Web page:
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Home✈️Aircraft🚁HelicopterHelicopter Main Discussion › New plug-in 2.4GHz modules!
09-07-2006 05:07 AM  14 years ago
JKos

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Redondo Beach, CA

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BTW, did anyone catch this in the owners response about a removable antenna...

"This system was designed for us guys that have $10,000 or more invested in a plane and don't want to lose it."

Gee, I guess that means the other 99.9999% of modelers don't need this system.

And, I just can't get over their marketing BS about the 4096 resolution. Sorry folks, the radios we are working with simply don't have that much resolution coming out even in the PPM stream. They act as if plugging this into a radio magically makes it have 4096 resolution.

I'm also curious about the latency of this system. It's obvious the actual transmission of data is very fast, but how long does it take to get the last PPM frame out the door. And, how does it handle the asynchronous nature of its data output versus the frames coming from the radio.

Don't get me wrong folks, this is the way of the future!!! I'm just saying that when JR and Futaba come out with their own systems and Spektrum with their next system, I sure do hope they more tightly integrate the new technology with the processor crunching the numbers. This system cannot do that and will always be dependent on the PPM data from the tx.

> and fairly good A/D conversion stuff in it.

No A/D necessary as it is a digital stream. Just timing between transitions is necessary.

- John
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09-07-2006 05:28 AM  14 years ago
Roamer

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Albuquerque, NM

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Things get tricky when you start talking about an analog signal vs. digital (aka: "steps of resolution". They are two totally different worlds and the rules are very much different. It really all depends on how accurate the time reference is in the radio that is generating the pulse train. And, frankly, 11 bit accuracy is not that spectacular. digital tends to need a LOT of bits to cover data that is basically analog in nature.

Of course, it is probably a LOT more than my fingers can output! As long as it has twice the resolution when it is all said and done as my fingers, I'll never know the difference.

As for waiting for Futaba and JR, well, let's face it: unless someone comes out (like these folks and the Spectrum folks), Futaba and JR are going to sit on the 72Mhz fence until the FCC kicks there butts off! They have NO incentive to change the status quo and invest the money in a new transmittion technology. They are going to stick with what got them were they are.

That is the same with companies everywere and it is why you almost never see true innovation from a large company. They will not risk their position putting out something new and untested (and that might cut into their existing line!). It's only when a small company comes along and releases something special that they HAVE to get off the fence. Untill then, they are quite content growing a rut in their bum!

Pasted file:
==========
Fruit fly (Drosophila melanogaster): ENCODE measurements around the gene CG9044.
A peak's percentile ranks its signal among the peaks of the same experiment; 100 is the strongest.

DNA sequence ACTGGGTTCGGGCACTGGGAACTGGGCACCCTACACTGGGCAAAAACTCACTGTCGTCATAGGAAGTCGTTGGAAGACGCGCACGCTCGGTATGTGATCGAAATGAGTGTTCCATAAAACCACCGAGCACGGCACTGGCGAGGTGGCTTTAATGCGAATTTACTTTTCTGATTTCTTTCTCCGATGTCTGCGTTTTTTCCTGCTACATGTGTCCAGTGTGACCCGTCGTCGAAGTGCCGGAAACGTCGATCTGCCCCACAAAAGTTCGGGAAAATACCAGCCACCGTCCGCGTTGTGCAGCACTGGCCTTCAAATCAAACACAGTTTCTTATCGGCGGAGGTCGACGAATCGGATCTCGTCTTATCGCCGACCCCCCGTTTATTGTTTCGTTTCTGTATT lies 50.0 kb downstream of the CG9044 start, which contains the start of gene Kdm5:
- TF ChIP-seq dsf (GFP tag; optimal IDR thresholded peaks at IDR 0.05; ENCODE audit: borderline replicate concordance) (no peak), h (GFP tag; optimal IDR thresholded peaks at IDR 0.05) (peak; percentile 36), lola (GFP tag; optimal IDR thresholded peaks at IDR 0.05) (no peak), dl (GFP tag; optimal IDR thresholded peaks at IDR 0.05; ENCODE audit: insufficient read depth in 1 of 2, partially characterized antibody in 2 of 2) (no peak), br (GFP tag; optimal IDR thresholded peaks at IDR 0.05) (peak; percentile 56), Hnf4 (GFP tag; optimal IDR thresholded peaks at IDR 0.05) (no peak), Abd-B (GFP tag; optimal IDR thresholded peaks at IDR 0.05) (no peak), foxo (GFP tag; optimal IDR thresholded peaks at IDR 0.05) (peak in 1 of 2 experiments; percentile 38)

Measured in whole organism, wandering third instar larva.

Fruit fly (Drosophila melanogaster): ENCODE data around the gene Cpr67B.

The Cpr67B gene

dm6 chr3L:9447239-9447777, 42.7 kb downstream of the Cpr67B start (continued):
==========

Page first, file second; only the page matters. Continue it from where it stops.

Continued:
But, I do agree with JKos in that WHEN the big guys come out with something along these lines, they WILL be able to integrate it much better with the radio than any aftermarket company can.

Of course, that will mean buying a new radio to get that new integrated functionality...
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09-07-2006 05:29 AM  14 years ago
dkshema

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Cedar Rapids, IA

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This is odd. They are claiming 4096 bits of resolution. That translates to using a 12-bit A to D converter. But to get that kind of resolution, they would need to be actually feeding the reference voltage to the transmitter's stick pots, and then digitizing the voltage at the pots. To do THAT, they would need to completely bypass all of the guts already in your transmitter and that's just not going to happen with a module that plugs into the transmitter and essentially gets power, ground, and either a PPM or PCM encoded signal on the modulation pin of the connector.

Since they're not actually digitizing the stick position within the transmitter, that means they have to be sampling the output of the modulator (again, either a PPM signal, or an already encoded PCM data stream). I guess you could do that with a fairly simple microprocessor, some decent gate-able counter-timer circuits, and a bit of software.

At that point, you're kind of dependent upon the accuracy and repeatability of the transmitter's encoder section, and either the stability of your own internal clocks, or a good bit of DSP coding and processing magic to be able to make that claim. Of course, doing the sampling using a clock that is in no way slaved or sync'ed to the transmitter's internal clock (and how stable is THAT over temperature and voltage?) just makes your task a lot harder.

It's a step in the right direction as far as getting a more reliable link between the ground and the air, but at the same time, the "line of sight" thing is a bit scary. Spherical radiation or no, I'm wondering what happens to the received signal when something like the all metal (or carbon fiber, or even plastic) heli gets between the TX antenna, and that little stubby RX antenna. The shadowing problem is one of the bugaboos of this line-of-sight stuff, but is the price you pay as you go up in carrier frequency.

One other comment -- that little stubby antenna on the RX that has to be perpendicular to the printed circuit board...etc...seems to be MIGHTY vulnerable in a crash. I'd think it would be the first thing to be ripped out of the receiver in a crash, essentially trashing the receiver and most likely rendering the circuit board unrepairable.

Dave
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09-07-2006 05:58 AM  14 years ago
JKos

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Redondo Beach, CA

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> At that point, you're kind of dependent upon the accuracy and